Bookmarks for July 20th through July 21st

by danhon

This is an auto-posted collection of public links I’ve either posted to, or favourites from Twitter, my Instapaper bookmarks and my public links posted to Pinboard.in for July 20th from 09:15 to 22:58:

  • Dell Precision 690 upgraded to Precision T7400 Motherboard | NAND-Hate
  • Pitch Dark : Free Download, Borrow, and Streaming : Internet Archive – Pitch Dark is a frontend for exploring and playing Infocom text adventures on an 8-bit Apple II.
  • Five Reasons Why 2018 Has Been the Year of the TV Sophomore Slump – Rolling Stone – You may have heard there’s a lot of television being made right now. (Something something Peak TV.) Those shows need people to create and run them, and the demand for folks who’ve done those jobs outstrips the supply. On top of that, one way TV execs are trying to break though the cluttered programming environment is with flashy, high-concept work that can more easily get attention rather than “here’s a really well-executed variation on a thing you’ve seen three dozen times already.” Together, this means that a lot of shows are in the hands of screenwriters, playwrights, novelists, etc. with little to no prior time on a TV writing staff. They may have a great initial idea; they may even be able to stretch that out over 10-13 hours (even if you can acutely feel that stretch by the fifth or sixth episode). But they don’t necessarily know the art of seeding your first season with ideas that can bloom in your second, or just not burning through too many story and character points too quickly. TV isn’t “movies, but longer” – and a lot of shows are in the hands of people who never learned that.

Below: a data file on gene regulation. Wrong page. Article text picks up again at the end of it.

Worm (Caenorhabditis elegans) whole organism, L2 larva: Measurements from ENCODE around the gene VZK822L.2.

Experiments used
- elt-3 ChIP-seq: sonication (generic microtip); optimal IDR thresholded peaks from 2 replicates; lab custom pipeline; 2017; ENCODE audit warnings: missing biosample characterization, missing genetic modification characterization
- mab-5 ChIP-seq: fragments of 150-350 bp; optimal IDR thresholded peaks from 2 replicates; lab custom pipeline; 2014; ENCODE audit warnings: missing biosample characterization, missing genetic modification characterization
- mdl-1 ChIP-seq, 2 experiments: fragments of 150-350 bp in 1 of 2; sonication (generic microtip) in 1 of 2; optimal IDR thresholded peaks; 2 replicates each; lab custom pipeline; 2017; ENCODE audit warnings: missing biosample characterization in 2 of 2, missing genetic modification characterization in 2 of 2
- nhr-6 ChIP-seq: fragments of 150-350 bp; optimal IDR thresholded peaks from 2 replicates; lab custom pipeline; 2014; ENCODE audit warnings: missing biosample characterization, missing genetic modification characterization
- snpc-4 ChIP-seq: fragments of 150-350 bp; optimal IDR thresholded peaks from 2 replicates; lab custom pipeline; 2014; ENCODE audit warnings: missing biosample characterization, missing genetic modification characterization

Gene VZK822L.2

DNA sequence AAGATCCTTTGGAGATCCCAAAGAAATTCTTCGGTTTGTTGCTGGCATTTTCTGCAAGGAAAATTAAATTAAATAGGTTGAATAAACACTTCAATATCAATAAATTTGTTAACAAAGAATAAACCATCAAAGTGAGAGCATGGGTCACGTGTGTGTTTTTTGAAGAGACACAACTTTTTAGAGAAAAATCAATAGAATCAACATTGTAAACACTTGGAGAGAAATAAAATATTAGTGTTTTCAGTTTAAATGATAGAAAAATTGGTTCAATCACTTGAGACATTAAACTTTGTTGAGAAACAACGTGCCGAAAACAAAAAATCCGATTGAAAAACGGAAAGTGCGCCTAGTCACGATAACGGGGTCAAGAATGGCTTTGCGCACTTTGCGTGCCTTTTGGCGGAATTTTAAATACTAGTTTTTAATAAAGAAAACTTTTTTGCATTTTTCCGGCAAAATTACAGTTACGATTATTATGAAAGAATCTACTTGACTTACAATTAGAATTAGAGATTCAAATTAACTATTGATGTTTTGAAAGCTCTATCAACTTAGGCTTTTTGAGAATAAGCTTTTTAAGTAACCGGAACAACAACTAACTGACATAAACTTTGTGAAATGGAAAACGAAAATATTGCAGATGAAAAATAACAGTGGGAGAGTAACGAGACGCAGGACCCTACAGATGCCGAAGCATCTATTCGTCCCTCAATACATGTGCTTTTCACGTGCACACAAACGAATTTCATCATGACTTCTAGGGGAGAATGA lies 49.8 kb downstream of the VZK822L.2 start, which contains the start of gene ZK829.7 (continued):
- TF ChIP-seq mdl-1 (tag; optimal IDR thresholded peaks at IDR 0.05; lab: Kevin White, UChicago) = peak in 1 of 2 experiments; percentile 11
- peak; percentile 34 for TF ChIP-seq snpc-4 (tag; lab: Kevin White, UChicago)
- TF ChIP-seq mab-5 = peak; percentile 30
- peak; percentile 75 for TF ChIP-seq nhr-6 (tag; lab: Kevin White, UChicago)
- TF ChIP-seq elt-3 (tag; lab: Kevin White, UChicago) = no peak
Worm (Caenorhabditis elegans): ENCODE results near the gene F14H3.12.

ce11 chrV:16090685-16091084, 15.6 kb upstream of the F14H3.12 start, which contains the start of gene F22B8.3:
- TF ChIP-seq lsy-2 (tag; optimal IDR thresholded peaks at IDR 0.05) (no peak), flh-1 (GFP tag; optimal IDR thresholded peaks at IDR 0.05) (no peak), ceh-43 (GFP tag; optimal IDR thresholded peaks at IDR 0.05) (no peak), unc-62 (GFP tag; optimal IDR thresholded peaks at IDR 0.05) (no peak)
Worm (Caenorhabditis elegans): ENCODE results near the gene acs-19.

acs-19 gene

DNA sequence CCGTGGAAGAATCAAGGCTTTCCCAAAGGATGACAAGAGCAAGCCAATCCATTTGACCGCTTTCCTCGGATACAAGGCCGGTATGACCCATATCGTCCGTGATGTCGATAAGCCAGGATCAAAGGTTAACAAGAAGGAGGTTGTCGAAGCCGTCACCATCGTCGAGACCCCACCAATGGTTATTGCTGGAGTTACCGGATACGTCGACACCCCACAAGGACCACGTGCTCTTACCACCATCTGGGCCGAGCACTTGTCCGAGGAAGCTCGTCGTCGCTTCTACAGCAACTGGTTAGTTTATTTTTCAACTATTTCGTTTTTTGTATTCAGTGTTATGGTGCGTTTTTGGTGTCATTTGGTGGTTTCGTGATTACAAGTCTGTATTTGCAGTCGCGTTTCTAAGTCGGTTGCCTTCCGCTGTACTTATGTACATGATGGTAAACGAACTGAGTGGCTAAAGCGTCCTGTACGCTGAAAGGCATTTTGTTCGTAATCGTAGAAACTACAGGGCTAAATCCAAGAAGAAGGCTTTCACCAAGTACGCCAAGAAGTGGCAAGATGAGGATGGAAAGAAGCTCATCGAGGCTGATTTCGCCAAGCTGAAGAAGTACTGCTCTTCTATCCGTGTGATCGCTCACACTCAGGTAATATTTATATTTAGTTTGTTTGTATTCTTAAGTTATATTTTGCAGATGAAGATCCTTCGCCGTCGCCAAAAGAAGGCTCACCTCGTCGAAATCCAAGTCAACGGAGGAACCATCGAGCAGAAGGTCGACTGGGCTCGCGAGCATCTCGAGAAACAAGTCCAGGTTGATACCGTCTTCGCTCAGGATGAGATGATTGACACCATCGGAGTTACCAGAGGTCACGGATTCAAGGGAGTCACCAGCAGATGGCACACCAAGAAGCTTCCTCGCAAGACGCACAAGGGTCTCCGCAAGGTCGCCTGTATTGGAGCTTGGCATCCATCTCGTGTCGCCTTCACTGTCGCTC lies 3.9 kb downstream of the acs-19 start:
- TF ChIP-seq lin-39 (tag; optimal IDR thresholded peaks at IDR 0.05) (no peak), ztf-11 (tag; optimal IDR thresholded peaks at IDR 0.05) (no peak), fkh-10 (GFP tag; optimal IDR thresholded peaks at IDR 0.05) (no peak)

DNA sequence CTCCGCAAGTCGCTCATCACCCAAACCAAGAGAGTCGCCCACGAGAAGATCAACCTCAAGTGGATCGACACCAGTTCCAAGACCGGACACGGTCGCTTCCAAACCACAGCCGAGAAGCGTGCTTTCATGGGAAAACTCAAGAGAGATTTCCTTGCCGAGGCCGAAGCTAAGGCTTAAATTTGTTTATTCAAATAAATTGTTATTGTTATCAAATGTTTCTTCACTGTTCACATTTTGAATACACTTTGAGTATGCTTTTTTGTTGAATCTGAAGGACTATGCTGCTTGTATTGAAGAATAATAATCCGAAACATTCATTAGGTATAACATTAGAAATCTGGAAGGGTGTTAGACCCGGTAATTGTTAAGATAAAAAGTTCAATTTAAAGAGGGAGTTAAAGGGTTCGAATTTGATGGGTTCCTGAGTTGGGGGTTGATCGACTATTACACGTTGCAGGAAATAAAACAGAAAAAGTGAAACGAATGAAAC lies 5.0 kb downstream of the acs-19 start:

• Tierra y libertad – “Wait, don’t tell me. The blockchain they developed to track the uranium suddenly developed sentience, and your agency is the only thing keeping us meatsacks from being turned to glass.” – cracking SF from Madeline Ashby again.
  • UK intelligence and police using child spies in covert operations | UK news | The Guardian – “Home Office correspondence with the committee, published in the report, suggests children are not only used to furnish the police with information, but are also assigned to collect information on behalf of agencies.”